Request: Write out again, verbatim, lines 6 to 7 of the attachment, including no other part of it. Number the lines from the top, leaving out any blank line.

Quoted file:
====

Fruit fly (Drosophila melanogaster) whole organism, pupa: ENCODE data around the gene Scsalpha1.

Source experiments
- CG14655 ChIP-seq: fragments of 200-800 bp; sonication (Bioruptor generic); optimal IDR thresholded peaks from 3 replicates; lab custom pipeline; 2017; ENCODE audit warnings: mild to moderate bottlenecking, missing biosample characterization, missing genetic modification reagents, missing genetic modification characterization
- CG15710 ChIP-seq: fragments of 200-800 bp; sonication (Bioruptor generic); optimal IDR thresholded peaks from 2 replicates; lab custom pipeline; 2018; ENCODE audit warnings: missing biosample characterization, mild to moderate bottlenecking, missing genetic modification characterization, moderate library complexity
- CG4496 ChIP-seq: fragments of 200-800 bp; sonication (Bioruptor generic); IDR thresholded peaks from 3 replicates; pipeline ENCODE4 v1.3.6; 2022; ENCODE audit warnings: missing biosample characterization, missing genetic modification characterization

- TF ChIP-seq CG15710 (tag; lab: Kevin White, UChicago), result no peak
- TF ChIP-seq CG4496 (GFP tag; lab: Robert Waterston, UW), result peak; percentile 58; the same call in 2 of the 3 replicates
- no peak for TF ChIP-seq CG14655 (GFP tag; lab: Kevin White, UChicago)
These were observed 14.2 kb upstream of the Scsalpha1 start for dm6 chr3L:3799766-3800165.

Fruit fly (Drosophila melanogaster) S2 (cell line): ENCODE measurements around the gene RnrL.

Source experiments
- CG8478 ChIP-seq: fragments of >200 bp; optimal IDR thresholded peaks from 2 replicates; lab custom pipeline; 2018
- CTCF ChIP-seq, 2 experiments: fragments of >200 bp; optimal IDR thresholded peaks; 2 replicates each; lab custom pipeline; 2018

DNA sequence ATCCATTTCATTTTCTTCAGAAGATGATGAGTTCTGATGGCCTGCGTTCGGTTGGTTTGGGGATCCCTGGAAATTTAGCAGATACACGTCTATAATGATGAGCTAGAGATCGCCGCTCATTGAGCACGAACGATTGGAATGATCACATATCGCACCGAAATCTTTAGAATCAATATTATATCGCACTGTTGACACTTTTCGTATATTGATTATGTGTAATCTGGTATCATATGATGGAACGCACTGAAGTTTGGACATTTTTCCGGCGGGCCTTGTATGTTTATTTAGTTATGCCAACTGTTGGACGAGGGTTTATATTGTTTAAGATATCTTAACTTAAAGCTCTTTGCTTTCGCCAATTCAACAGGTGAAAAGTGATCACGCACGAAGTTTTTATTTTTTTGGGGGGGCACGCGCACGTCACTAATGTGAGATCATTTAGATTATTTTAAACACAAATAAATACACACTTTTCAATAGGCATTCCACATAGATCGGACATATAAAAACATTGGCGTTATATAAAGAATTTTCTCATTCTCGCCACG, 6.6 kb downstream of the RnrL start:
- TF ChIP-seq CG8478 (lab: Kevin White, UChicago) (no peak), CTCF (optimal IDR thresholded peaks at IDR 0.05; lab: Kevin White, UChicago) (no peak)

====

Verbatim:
- TF ChIP-seq CG15710 (tag; lab: Kevin White, UChicago), result no peak
- TF ChIP-seq CG4496 (GFP tag; lab: Robert Waterston, UW), result peak; percentile 58; the same call in 2 of the 3 replicates